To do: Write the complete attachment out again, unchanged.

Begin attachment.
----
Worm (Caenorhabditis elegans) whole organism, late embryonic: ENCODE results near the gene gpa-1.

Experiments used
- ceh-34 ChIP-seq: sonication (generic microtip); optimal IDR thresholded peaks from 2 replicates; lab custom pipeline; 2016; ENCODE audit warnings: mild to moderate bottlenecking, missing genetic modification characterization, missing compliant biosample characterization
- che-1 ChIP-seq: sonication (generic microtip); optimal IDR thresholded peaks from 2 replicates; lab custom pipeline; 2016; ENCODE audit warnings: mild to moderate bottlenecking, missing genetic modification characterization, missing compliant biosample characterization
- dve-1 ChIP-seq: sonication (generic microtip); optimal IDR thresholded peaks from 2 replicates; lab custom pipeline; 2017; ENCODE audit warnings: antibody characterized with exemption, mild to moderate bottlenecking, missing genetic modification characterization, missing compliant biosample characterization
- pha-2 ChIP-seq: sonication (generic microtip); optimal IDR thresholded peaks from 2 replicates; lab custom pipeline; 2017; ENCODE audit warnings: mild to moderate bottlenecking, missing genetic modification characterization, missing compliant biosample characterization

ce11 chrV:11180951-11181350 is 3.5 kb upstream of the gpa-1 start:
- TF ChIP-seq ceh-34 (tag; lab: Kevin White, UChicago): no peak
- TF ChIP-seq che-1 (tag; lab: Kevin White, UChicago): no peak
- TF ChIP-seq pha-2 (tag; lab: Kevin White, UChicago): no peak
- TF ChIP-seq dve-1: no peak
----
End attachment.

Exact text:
Worm (Caenorhabditis elegans) whole organism, late embryonic: ENCODE results near the gene gpa-1.

Experiments used
- ceh-34 ChIP-seq: sonication (generic microtip); optimal IDR thresholded peaks from 2 replicates; lab custom pipeline; 2016; ENCODE audit warnings: mild to moderate bottlenecking, missing genetic modification characterization, missing compliant biosample characterization
- che-1 ChIP-seq: sonication (generic microtip); optimal IDR thresholded peaks from 2 replicates; lab custom pipeline; 2016; ENCODE audit warnings: mild to moderate bottlenecking, missing genetic modification characterization, missing compliant biosample characterization
- dve-1 ChIP-seq: sonication (generic microtip); optimal IDR thresholded peaks from 2 replicates; lab custom pipeline; 2017; ENCODE audit warnings: antibody characterized with exemption, mild to moderate bottlenecking, missing genetic modification characterization, missing compliant biosample characterization
- pha-2 ChIP-seq: sonication (generic microtip); optimal IDR thresholded peaks from 2 replicates; lab custom pipeline; 2017; ENCODE audit warnings: mild to moderate bottlenecking, missing genetic modification characterization, missing compliant biosample characterization

ce11 chrV:11180951-11181350 is 3.5 kb upstream of the gpa-1 start:
- TF ChIP-seq ceh-34 (tag; lab: Kevin White, UChicago): no peak
- TF ChIP-seq che-1 (tag; lab: Kevin White, UChicago): no peak
- TF ChIP-seq pha-2 (tag; lab: Kevin White, UChicago): no peak
- TF ChIP-seq dve-1: no peak